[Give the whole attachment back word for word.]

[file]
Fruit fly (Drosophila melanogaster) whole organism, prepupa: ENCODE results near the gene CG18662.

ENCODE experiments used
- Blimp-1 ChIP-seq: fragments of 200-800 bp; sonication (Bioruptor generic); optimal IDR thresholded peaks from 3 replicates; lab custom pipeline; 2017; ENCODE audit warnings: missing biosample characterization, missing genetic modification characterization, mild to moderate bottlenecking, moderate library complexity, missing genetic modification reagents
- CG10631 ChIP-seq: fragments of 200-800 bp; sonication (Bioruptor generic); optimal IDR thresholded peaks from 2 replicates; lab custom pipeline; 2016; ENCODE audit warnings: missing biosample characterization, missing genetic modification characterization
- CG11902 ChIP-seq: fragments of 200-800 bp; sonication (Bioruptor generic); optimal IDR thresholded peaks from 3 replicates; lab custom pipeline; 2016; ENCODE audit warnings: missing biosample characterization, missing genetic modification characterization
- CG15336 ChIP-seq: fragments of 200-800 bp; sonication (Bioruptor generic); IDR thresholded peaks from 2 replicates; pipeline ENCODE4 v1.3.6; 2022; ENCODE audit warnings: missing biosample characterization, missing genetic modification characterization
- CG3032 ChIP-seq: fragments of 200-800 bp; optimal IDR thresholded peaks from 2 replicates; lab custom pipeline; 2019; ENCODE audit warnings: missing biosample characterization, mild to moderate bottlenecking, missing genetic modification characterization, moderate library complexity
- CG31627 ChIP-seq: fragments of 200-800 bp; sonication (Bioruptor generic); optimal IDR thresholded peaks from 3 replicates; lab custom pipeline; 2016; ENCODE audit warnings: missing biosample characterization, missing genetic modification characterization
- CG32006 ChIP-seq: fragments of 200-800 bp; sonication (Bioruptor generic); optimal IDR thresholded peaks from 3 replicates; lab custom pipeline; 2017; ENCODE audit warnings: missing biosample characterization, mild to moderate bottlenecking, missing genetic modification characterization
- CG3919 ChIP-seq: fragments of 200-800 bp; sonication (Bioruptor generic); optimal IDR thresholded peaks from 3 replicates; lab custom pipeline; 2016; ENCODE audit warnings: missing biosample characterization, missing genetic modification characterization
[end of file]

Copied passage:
Fruit fly (Drosophila melanogaster) whole organism, prepupa: ENCODE results near the gene CG18662.

ENCODE experiments used
- Blimp-1 ChIP-seq: fragments of 200-800 bp; sonication (Bioruptor generic); optimal IDR thresholded peaks from 3 replicates; lab custom pipeline; 2017; ENCODE audit warnings: missing biosample characterization, missing genetic modification characterization, mild to moderate bottlenecking, moderate library complexity, missing genetic modification reagents
- CG10631 ChIP-seq: fragments of 200-800 bp; sonication (Bioruptor generic); optimal IDR thresholded peaks from 2 replicates; lab custom pipeline; 2016; ENCODE audit warnings: missing biosample characterization, missing genetic modification characterization
- CG11902 ChIP-seq: fragments of 200-800 bp; sonication (Bioruptor generic); optimal IDR thresholded peaks from 3 replicates; lab custom pipeline; 2016; ENCODE audit warnings: missing biosample characterization, missing genetic modification characterization
- CG15336 ChIP-seq: fragments of 200-800 bp; sonication (Bioruptor generic); IDR thresholded peaks from 2 replicates; pipeline ENCODE4 v1.3.6; 2022; ENCODE audit warnings: missing biosample characterization, missing genetic modification characterization
- CG3032 ChIP-seq: fragments of 200-800 bp; optimal IDR thresholded peaks from 2 replicates; lab custom pipeline; 2019; ENCODE audit warnings: missing biosample characterization, mild to moderate bottlenecking, missing genetic modification characterization, moderate library complexity
- CG31627 ChIP-seq: fragments of 200-800 bp; sonication (Bioruptor generic); optimal IDR thresholded peaks from 3 replicates; lab custom pipeline; 2016; ENCODE audit warnings: missing biosample characterization, missing genetic modification characterization
- CG32006 ChIP-seq: fragments of 200-800 bp; sonication (Bioruptor generic); optimal IDR thresholded peaks from 3 replicates; lab custom pipeline; 2017; ENCODE audit warnings: missing biosample characterization, mild to moderate bottlenecking, missing genetic modification characterization
- CG3919 ChIP-seq: fragments of 200-800 bp; sonication (Bioruptor generic); optimal IDR thresholded peaks from 3 replicates; lab custom pipeline; 2016; ENCODE audit warnings: missing biosample characterization, missing genetic modification characterization